Benefits of a Music Education

Music Education for children is paramount and essential.  Learning Music has many benefits.  Studies have shown children who participate in a structured music class do better at:

  • children’s language development
  • literacy
  • maths and problem solving
  • Social skills

Incorporating music in your childs life from infancy gives your child a head start to a fulfilling life. This can be done by singing lullabies and finger play.  As your child grows the types of music games can change to action songs and using percussive instruments to tap out beat and rhythms.

Learning music in a structured classroom uses both sides of the brain and forms connections to both sides of the brain, this aids in problem solving and language (reading and comprehension), as opposed to listening to music passively on the radio or iPod.

I have only touched on a few of the benefits of incorporating a music education to your child’s life, there are plenty of positive outcomes and some as simple as creating joy!  there are certainly no negatives to music.

If you want your child to do well in maths, science and reading start with music.  It seems crazy that music as a subject is being cut from Primary schools for lack of funding and more money put into literacy programs when music is the answer.  Knowing all this information, how could you not include music as part of your child’s education?

 

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Music Games for Young Children

The last week at Rhythm Rumble we have been learning about Timbre.  We demonstrate the different sounds(colours) an instrument can make but using one of my favourite instruments, the Guiro.  We use a Guiro tone block not the fish shape as it is easier for young children to hold onto the handle.  Because of the froggie sound it makes when you scrap the stick along the ridges what better song to sing than Der Glumph.  This song has 2 separates parts.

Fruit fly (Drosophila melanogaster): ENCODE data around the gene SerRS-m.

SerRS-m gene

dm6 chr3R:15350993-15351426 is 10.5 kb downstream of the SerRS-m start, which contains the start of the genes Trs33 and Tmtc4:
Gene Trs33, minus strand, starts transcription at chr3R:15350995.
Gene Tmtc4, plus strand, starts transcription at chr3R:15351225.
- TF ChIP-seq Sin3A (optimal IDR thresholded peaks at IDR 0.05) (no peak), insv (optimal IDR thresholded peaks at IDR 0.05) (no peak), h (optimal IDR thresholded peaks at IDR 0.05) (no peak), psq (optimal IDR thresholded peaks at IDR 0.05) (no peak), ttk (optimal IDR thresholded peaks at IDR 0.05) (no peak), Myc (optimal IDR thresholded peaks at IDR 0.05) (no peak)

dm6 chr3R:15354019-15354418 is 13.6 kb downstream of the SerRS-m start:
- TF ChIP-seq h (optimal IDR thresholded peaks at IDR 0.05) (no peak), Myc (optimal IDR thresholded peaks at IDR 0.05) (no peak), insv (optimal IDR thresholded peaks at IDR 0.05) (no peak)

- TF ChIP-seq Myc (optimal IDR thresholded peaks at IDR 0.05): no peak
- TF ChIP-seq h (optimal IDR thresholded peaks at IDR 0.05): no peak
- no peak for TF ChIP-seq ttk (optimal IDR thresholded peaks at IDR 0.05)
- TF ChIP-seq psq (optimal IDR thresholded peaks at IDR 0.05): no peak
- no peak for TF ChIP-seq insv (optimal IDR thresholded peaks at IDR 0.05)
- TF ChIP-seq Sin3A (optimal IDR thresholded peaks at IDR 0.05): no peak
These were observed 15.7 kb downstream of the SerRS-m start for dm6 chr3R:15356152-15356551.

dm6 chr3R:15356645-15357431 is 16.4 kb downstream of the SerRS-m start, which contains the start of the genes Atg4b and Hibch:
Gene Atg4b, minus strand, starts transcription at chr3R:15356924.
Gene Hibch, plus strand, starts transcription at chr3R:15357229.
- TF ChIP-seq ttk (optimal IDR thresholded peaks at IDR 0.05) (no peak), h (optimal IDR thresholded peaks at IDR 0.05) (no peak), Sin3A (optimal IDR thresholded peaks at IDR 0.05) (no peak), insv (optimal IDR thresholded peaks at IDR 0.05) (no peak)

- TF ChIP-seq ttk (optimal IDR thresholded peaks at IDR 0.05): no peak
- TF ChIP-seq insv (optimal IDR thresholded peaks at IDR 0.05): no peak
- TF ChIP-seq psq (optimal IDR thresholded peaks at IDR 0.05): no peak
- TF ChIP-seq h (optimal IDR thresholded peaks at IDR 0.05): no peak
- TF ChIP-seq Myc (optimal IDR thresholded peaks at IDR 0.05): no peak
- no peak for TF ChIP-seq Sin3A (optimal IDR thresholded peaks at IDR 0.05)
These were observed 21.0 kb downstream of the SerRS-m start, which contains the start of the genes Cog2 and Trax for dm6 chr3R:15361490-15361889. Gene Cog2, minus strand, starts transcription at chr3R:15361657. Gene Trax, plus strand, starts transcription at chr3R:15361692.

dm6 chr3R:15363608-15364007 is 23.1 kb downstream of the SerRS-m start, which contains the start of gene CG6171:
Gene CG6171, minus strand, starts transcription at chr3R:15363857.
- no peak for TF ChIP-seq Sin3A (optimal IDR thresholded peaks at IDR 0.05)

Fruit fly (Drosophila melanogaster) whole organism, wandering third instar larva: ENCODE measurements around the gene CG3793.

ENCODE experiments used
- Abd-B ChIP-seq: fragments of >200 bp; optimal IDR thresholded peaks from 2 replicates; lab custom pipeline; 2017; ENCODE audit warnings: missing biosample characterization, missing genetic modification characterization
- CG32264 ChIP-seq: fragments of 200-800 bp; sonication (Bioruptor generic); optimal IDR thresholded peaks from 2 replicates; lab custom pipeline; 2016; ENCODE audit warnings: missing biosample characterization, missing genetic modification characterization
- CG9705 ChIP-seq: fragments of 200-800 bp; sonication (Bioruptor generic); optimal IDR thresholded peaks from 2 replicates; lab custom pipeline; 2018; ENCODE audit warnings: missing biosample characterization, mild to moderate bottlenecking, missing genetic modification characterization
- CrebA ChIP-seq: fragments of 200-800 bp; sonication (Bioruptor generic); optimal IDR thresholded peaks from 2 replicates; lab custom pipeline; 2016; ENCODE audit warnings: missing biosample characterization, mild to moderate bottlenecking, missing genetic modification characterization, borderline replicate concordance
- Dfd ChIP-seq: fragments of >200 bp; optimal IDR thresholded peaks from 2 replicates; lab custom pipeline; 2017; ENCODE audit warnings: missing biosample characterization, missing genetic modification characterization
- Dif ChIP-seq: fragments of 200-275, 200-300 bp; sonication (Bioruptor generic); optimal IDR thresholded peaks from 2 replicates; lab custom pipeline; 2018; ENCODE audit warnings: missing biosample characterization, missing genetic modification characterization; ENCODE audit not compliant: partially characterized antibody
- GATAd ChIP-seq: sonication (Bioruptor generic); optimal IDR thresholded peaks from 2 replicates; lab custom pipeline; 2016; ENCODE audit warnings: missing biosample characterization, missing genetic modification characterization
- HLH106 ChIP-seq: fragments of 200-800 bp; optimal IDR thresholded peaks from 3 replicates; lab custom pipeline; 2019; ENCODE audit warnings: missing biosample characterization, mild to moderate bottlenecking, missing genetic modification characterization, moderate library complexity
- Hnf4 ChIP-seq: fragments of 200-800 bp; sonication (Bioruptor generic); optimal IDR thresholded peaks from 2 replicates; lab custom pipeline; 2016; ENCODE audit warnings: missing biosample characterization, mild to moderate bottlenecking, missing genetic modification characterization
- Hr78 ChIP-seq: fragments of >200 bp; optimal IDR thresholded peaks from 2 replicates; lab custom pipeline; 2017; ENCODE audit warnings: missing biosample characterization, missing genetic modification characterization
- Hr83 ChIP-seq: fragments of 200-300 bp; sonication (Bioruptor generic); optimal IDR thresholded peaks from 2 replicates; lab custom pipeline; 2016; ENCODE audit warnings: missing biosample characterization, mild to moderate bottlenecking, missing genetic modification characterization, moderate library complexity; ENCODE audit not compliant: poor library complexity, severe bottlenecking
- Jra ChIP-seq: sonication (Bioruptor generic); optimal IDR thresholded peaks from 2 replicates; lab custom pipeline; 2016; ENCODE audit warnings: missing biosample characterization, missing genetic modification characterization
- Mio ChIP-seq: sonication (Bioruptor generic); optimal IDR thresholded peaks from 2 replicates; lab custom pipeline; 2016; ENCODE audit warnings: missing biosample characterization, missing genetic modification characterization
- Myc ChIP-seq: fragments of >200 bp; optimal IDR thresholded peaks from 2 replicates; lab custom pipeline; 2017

Part A is slower in tempo and the children explore the different timbres of the Guiro by scraping the stick along the ridges to make the frog sound.

Part B is a fast tempo and different rhythm where we tap the the guiro to make a tapping sound. The lyrics are below:

Der Glumph:

Der Glump went the little green frog one day.

Der Glump went the little green frog

der glum went the little green frog one day 

And the frog went glumph, glumph, glumph

But…..

we all know frogs go 

la de da de da, la de da de da

la de da de da

we all know frogs go

la de da de da

the don’t go glumph glumph glumph

Most children love and know this song which encourages them to sing along while playing their instrument.  But the most interesting angle of this music activity is it seems so simple in its implementation but has so many different learning concepts such as:

  • Contrasting tempo
  • Contrasting rhythms
  • differing timbre on the guiro.

In RHYTHM RUMBLE’s kinder group we are beginning to introduce the concept of echo.  Most of the time children will sing along with the teacher and hide their singing voice behind the teachers voice, so introducing an echo song is a great opportunity for children to hear their own voice reverberate back to themselves and adjust their own tuning.

The song of choice is “Charlie Over The Ocean,” which is a well known song in America, but not  so much here in Australia.  The idea is the teacher sings the first line, and then the children echo the line back.  Charlie Over the Ocean requires listening skills as there is a line that is altered every time you sing.  For example:

Charlie over the ocean   – Teacher

Charlie over the ocean    – Children

Charlie over the sea

Charlie over the sea

Charlie caught a big fish

Charlie caught a big fish

He can’t catch me

he can’t catch me

Repeat:

Charlie over the ocean

Charlie over the ocean

Charlie over the sea

Charlie over the sea

Charlie caught a Black Bird

Charlie caught a black bird

He can’t catch me

he can’t catch me

The children’s reaction to the change in line is hilarious and always a ton of giggles.

Echo songs are a great way to encourage children to sing and not “hide” their voices behind the teacher which develops their pitch and and listening skills.

I hope you enjoy these ideas with your children or classroom and experience the smiles and giggles that go along with these songs

 

Cheers

Lola